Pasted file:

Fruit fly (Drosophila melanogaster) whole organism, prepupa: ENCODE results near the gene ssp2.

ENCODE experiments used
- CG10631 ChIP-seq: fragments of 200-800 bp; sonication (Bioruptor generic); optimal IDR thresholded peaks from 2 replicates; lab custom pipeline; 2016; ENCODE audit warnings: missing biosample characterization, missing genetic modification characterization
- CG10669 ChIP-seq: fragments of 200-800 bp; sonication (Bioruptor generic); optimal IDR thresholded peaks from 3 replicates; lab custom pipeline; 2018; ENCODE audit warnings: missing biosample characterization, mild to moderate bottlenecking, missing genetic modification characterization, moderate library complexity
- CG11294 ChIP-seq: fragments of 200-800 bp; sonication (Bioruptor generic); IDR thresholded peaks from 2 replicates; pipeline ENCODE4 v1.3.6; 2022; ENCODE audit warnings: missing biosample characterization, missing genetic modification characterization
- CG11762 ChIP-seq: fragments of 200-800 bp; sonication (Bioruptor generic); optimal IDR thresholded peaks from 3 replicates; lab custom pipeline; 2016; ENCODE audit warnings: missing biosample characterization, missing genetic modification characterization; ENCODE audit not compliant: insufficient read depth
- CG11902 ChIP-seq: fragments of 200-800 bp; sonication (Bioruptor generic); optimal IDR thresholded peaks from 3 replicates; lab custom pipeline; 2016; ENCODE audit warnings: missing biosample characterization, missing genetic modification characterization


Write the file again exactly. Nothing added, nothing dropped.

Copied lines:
Fruit fly (Drosophila melanogaster) whole organism, prepupa: ENCODE results near the gene ssp2.

ENCODE experiments used
- CG10631 ChIP-seq: fragments of 200-800 bp; sonication (Bioruptor generic); optimal IDR thresholded peaks from 2 replicates; lab custom pipeline; 2016; ENCODE audit warnings: missing biosample characterization, missing genetic modification characterization
- CG10669 ChIP-seq: fragments of 200-800 bp; sonication (Bioruptor generic); optimal IDR thresholded peaks from 3 replicates; lab custom pipeline; 2018; ENCODE audit warnings: missing biosample characterization, mild to moderate bottlenecking, missing genetic modification characterization, moderate library complexity
- CG11294 ChIP-seq: fragments of 200-800 bp; sonication (Bioruptor generic); IDR thresholded peaks from 2 replicates; pipeline ENCODE4 v1.3.6; 2022; ENCODE audit warnings: missing biosample characterization, missing genetic modification characterization
- CG11762 ChIP-seq: fragments of 200-800 bp; sonication (Bioruptor generic); optimal IDR thresholded peaks from 3 replicates; lab custom pipeline; 2016; ENCODE audit warnings: missing biosample characterization, missing genetic modification characterization; ENCODE audit not compliant: insufficient read depth
- CG11902 ChIP-seq: fragments of 200-800 bp; sonication (Bioruptor generic); optimal IDR thresholded peaks from 3 replicates; lab custom pipeline; 2016; ENCODE audit warnings: missing biosample characterization, missing genetic modification characterization